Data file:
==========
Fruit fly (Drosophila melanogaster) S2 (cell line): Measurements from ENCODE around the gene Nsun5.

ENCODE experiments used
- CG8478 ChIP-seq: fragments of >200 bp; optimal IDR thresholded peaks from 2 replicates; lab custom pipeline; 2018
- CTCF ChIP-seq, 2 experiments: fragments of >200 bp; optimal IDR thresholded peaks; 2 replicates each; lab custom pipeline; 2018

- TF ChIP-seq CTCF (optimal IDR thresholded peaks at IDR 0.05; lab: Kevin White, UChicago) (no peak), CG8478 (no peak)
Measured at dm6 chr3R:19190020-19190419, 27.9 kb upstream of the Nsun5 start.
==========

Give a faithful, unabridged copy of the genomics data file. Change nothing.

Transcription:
Fruit fly (Drosophila melanogaster) S2 (cell line): Measurements from ENCODE around the gene Nsun5.

ENCODE experiments used
- CG8478 ChIP-seq: fragments of >200 bp; optimal IDR thresholded peaks from 2 replicates; lab custom pipeline; 2018
- CTCF ChIP-seq, 2 experiments: fragments of >200 bp; optimal IDR thresholded peaks; 2 replicates each; lab custom pipeline; 2018

- TF ChIP-seq CTCF (optimal IDR thresholded peaks at IDR 0.05; lab: Kevin White, UChicago) (no peak), CG8478 (no peak)
Measured at dm6 chr3R:19190020-19190419, 27.9 kb upstream of the Nsun5 start.